Groups Ask FDA to Prevent Companion Horse Processing

The Front Range Equine Rescue and Humane Society of the United States (HSUS) have filed a legal petition asking the Food and Drug Administration (FDA) to prevent the processing for human consumption of former companion, working, competition, or wild horses. The groups seek the ban on grounds that other drugs administered to these horses during their lifetimes make meat products derived from the animals an illegal public health threat under the Food, Drug, and Cosmetic Act.

The petition, filed on March 27, cites more than 110 examples of substances routinely administered to horses as drugs or medications that the groups believe "are or should be prohibited in food-producing horses."

"Horses are treated with many different drugs throughout their lives because horse owners don't expect they could end up as meat," said Hilary Wood, president of the Larkspur, Colo.-based Front Range Equine Rescue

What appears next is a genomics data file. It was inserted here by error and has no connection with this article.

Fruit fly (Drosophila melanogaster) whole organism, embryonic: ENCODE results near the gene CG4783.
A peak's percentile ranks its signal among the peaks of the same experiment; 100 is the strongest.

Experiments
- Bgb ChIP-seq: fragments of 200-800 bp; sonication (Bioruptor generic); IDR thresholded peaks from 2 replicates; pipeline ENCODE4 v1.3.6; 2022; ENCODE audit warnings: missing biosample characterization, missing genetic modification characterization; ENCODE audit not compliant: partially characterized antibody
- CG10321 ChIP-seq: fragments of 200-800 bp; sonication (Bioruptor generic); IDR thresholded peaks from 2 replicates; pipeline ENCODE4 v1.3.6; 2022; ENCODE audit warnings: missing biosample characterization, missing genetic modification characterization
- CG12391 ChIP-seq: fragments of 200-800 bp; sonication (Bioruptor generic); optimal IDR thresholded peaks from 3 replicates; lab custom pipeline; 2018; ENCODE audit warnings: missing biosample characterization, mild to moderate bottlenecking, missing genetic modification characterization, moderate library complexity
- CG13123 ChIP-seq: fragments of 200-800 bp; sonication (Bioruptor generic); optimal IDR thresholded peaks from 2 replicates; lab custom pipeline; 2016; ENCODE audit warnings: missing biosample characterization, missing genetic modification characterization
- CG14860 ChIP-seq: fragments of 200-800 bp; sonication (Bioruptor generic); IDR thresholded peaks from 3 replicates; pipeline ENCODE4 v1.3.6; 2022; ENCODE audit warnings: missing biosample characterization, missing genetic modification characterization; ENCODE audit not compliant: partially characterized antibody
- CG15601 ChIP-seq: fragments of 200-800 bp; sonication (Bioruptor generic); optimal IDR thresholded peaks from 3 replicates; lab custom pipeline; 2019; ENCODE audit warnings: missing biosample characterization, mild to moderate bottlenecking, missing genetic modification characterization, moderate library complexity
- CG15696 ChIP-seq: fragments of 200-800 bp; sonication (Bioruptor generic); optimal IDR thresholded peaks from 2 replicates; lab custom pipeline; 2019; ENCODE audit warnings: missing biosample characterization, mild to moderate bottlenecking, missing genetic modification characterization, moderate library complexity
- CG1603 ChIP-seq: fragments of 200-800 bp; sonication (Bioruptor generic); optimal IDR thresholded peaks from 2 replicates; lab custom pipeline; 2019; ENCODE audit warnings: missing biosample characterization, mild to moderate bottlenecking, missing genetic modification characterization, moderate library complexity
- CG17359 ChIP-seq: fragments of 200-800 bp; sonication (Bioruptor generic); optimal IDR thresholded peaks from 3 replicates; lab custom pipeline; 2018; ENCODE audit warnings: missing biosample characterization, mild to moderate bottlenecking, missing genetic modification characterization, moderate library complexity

Laura Alvey, FDA spokeswoman, confirmed that the agency had received the petition, but declined further comment.

"The FDA does not comment on pending citizen petitions," Alvey said.

Sue Wallis, chief executive officer of Unified Equine (a company planning to establish a horse processing plant in Missouri), called the petition "meaningless."

"The U.S. has long-standing and very science-based and solid systems to ensure that no animal is processed that has any substance determined by science to be detrimental to humans in them," Wallis said. "We can find not a single case of a human becoming sick as the result of eating meat from any animal that had drug residue in it."

Alvey said the petition will soon be available for public view on the FDA website www.fda.gov.

About the Author

Pat Raia

Pat Raia is a veteran journalist who enjoys covering equine welfare, industry, and news. In her spare time, she enjoys riding her Tennessee Walking Horse, Sonny.

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